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5. General Session [clear filter]
Friday, June 1

2:00pm MDT

(Problematic Materials) Modern Materials: Not Our Fault, But Our Problem. Reflections on the Development of Conservation Treatments in Private Practice
The conservation of contemporary art, in private practice in New York City, operates within a vibrant and fast-paced art market. Contemporary Conservation Ltd. is daily challenged to strike a balance between the artist’s intent, the unavoidable physical changes that materials undergo, and the satisfaction of our clients. Artworks entering the studio cannot be treated as if they exist in a vacuum. The decision-making process is guided by all parties involved, which can include: artists, galleries, auction houses, private collectors, insurance agencies, and appraisers. Treatment solutions need to be developed quickly with everyone’s consent, while adhering to a framework of practices of conservation ethics. Works made of modern materials - especially plastics with industrially finished surfaces - are deceivingly considered robust and unbreakable. An artwork made of unstable material can be subject to rapid unintentional deterioration, while lack of material knowledge may damage the work during handling and transportation. Restoring industrially finished surfaces is often challenging and requires extensive testing and research. However, conservators in private practice lack the resources available to museums, dedicated time and an allocated budget for research. Therefore, a more treatment-based approach is needed and solutions are often achieved by trial and error. These two case studies on the conservation of artworks made of plastics illustrate this decision-making process, arising material challenges and the limits of physical treatment within private practice. Since the 1970s the prolific John McCracken (1934-2011) created highly polished polyester columns and planks. The pristine surfaces of these sculptures scratch easily, resulting in an overall dull appearance, which diminishes the experience of the artwork and compromises its authenticity. Over six years 20 works have come into the studio demanding a systematic approach - the refinement of a polishing technique that allowed treating large surfaces in an adequate time frame. During the course of several months, research was carried out and an exhaustive list of materials and techniques were tested until a well-balanced result was achieved. Between 2004 and 2012, Seth Price (b. 1973), a multi-disciplinary artist, created wall reliefs made of thermoformed high-impact polystyrene (HIPS) sheets. Due to the inherent brittleness of polystyrene and the tension induced during the production process, a number of these panels have developed cracks, which are not only visually disturbing but also structurally weaken the artwork. An immediate stabilization method for the cracks was necessary to prevent further exacerbation before it reaches a condition beyond recovery. Further research and testing is currently being carried out in order to assess and optimize the method. Meanwhile the degradation of the polystyrene will unavoidably progress and the shelf life of these artworks will always remain in question. Much can be gained by comparing the approach these two specific sets of problems present. With the current high turnover rate in the contemporary art market, it is becoming increasingly important to take the time to reflect on the quality of our treatments, their longevity, reversibility and how these actions preserve the artists’ or artworks’ legacy.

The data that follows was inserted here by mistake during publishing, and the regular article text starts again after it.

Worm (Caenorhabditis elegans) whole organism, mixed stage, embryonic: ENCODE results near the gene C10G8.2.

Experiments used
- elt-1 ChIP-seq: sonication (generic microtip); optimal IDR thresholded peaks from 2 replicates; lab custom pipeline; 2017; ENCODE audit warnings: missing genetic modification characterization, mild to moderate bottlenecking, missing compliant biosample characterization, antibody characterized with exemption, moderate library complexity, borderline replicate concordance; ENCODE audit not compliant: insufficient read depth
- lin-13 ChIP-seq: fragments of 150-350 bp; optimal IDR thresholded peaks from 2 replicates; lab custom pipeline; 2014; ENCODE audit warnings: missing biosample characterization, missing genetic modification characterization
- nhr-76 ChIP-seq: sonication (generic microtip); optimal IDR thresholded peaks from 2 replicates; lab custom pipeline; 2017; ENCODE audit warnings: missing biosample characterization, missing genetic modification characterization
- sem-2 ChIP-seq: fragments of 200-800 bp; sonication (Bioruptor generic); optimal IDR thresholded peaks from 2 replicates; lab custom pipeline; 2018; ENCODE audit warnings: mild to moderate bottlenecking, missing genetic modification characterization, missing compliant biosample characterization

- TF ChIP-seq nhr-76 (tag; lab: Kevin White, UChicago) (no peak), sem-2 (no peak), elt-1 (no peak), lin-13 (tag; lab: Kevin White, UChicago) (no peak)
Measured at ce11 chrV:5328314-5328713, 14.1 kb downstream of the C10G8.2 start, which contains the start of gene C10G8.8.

avatar for Giuliana Moretto

Giuliana Moretto

Associate Conservator, Contemporary Conservation Ltd
As Associate Conservator at Contemporary Conservation Ltd. since 2009, Giuliana focuses on the conservation of objects and paintings in non-traditional materials – including bubble gum, chocolate and plastics – and innovative artistic techniques, such as Inkjet printing, vacuum-formed... Read More →
avatar for Delia Müller Wüsten

Delia Müller Wüsten

Associate Conservator, Contemporary Conservation Ltd.
Delia Müller-Wüsten has been an Associate Conservator at Contemporary Conservation Ltd. since 2012. She specializes in the conservation of artworks made of synthetic materials such as latex and synthetic resins, and has expertise on highly-polished surfaces from artists such as... Read More →

Friday June 1, 2018 2:00pm - 2:30pm MDT
Texas Ballroom C Marriott Marquis Houston

2:30pm MDT

(Problematic Materials) Managing Expectations in Scrapbook Conservation Approaches
Historic scrapbooks are one of the most problematic formats found in many library, archive, and museum collections due to their complicated and deterioration-prone structures. Unfortunately, they are also one of the formats of greatest interest to historians and genealogists, among others. These often bedraggled books offer a wonderful and unique glimpse into history through the eyes of the individual or group who created them. Although some scrapbooks contain only duplicate printed information, such as newspaper clippings of current events on particular topics or collectable printed cards or illustrations, others contain a wide variety of materials such as photographs, postcards, letters, documents, and realia. In either case, however, scrapbooks can serve as a valuable resource for researchers. Unfortunately, due to the nature of their construction, their previous use, and the deterioration of their contents, many historic scrapbooks are in very poor condition and present a myriad of preservation challenges. These challenges range from binding deterioration and dangerously brittle paper to the often dramatic deterioration of their contents.